Investors show healthy appetite for food sector

While investors have long included global agribusinesses or food manufacturers in their portfolios, their interest in the mucky business of farming is increasingly focused on assets that advance two critical global goals: increasing food security and tackling climate change.

Last year, for example, the agri-food technology sector — whose innovations often contribute to more efficient and sustainable forms of food production — attracted almost $20bn in venture capital, according to AgFunder, a venture capital firm.

While this represents a 5 per cent decline from 2018 levels, pension funds and others are continuing to make large investments in agri-food companies.

“We’ve seen our sector go from nothing to very active,” says Adam Anders, managing partner at Anterra Capital, a venture capital firm focused on food and agriculture. “Whether you use PitchBook or AgFunder data, there’s definitely billions of dollars being deployed.”

Meanwhile, as Covid-19 has exposed weaknesses in global food systems, some investors are shifting their focus to food supply chains. For example, Canada’s BMO Global Asset Management says that when engaging with companies it invests in, it will now focus on sustainable food systems, including worker protection


At Impax Environmental Markets, an investment trust, the proportion of agri-food companies in the portfolio has grown from less than 5 per cent five or six years ago to almost 20 per cent today, says Bruce Jenkyn-Jones, co-head of listed equities.

“We look for companies that are providing for solutions to resource and environmental challenges,” he says. “That takes us to the key areas of energy, water, waste and food — and food is the fastest growing part of the portfolio.”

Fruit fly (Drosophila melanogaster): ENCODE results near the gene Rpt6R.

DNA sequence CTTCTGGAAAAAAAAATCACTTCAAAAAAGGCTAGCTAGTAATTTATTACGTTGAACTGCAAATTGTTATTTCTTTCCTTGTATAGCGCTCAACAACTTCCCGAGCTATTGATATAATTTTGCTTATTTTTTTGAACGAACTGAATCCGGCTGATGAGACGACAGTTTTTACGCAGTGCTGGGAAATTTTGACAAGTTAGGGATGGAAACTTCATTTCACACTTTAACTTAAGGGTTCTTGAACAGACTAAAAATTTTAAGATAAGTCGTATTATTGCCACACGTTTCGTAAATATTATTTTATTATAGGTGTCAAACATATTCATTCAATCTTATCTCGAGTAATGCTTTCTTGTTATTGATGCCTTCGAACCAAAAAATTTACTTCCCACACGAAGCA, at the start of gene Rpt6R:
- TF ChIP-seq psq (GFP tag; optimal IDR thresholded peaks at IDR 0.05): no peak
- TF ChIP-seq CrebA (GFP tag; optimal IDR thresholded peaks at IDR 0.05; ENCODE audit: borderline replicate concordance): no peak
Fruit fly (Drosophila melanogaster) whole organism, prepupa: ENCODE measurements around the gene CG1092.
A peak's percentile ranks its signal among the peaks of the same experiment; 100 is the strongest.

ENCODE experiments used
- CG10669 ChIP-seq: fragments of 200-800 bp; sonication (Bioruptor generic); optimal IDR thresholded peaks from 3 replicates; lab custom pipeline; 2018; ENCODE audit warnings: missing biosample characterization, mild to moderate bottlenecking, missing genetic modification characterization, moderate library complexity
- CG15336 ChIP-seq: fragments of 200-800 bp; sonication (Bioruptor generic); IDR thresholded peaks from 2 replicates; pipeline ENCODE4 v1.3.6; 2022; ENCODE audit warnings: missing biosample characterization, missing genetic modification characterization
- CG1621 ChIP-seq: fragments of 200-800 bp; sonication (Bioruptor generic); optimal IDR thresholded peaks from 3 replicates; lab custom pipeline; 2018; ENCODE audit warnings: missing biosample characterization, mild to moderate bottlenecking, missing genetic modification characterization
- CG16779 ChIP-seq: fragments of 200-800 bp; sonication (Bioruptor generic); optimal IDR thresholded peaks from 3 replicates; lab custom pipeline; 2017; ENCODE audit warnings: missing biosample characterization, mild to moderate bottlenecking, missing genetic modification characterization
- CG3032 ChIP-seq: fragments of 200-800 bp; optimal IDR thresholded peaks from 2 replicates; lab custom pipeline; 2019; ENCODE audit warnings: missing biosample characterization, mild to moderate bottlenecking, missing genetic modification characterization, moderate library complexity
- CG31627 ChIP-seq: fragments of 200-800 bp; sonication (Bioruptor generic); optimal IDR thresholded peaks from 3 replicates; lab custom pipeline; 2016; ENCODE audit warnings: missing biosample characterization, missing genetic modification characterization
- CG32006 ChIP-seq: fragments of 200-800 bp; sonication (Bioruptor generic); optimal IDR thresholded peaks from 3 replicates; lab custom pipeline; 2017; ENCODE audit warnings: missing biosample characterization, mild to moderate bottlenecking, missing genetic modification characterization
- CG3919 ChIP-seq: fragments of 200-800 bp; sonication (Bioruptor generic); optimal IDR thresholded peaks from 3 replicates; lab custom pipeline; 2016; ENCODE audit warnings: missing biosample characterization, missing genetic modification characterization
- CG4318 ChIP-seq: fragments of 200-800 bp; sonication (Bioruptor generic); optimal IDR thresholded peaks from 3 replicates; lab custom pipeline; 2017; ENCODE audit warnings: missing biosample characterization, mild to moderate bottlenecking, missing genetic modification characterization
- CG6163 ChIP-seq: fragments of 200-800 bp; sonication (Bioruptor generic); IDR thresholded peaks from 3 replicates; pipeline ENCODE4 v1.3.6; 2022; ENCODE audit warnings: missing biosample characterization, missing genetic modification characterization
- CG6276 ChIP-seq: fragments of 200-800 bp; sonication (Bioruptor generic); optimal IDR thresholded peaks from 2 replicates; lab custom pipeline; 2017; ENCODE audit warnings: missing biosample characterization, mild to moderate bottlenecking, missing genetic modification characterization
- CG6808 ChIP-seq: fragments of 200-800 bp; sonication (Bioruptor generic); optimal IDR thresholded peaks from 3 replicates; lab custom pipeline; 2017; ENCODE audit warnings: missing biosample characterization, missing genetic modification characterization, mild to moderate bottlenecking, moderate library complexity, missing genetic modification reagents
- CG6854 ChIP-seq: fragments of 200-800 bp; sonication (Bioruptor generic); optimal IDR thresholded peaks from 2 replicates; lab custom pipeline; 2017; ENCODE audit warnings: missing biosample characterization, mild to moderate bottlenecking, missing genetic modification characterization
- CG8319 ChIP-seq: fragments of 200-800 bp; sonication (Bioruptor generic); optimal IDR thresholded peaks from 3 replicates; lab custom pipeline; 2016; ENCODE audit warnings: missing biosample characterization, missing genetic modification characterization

The right kind of impact

Of course, not all investments advance sustainability or food security goals. During the 2007–08 food price crisis, investors were criticised for so-called “land grab” acquisitions of large areas of farmland in developing countries.

Today, however, reputational risks associated with such investments and growing interest in sustainable and impact investing are driving more investors towards agriculture companies that deliver social or environmental benefits.


Some deliver both. For example, among the investments of San Francisco-based venture capital firm DBL Partners (an early investor in Tesla) is Apeel Sciences, which in May announced $250m in new financing.

Apeel’s edible plant coating for fresh produce slows water loss and oxidation, reducing spoilage. However, it also enables smallholder farmers to access new markets in the absence of sophisticated cold chains. “That’s been an inhibiting factor for developing world agriculture for a long time,” says Nancy Pfund, DBL’s founder and managing partner.

She sees investors as critical in supporting the disruption in agriculture needed to feed the world sustainably. “People turn to private capital when they need new solutions to big problems that have been stubborn and need innovation,” she says.

Moreover, with a growing number of companies bringing new technologies and ideas to the once slow-moving food and agriculture sectors, the choice for investors is widening. 


Too good to miss?

The motives for investing in such companies vary. Venture capitalists and private equity firms see an opportunity to take a stake in enterprises that are not only increasing food security or tackling climate change but may also become highly profitable.

For pension funds and other large investors, sustainable agriculture investments increase their holdings in companies that meet their ESG (environmental, social and governance) goals while delivering healthy financial returns.

In Singapore, for example, the state-owned investment company Temasek has made food and agriculture one of its priorities. Last year, with PwC, the accountancy firm, and Rabobank, the banking group, it launched “The Asia Food Challenge” report to explore the “significant commercial opportunity” of generating the additional $800bn needed over the next decade to meet the region’s food demands.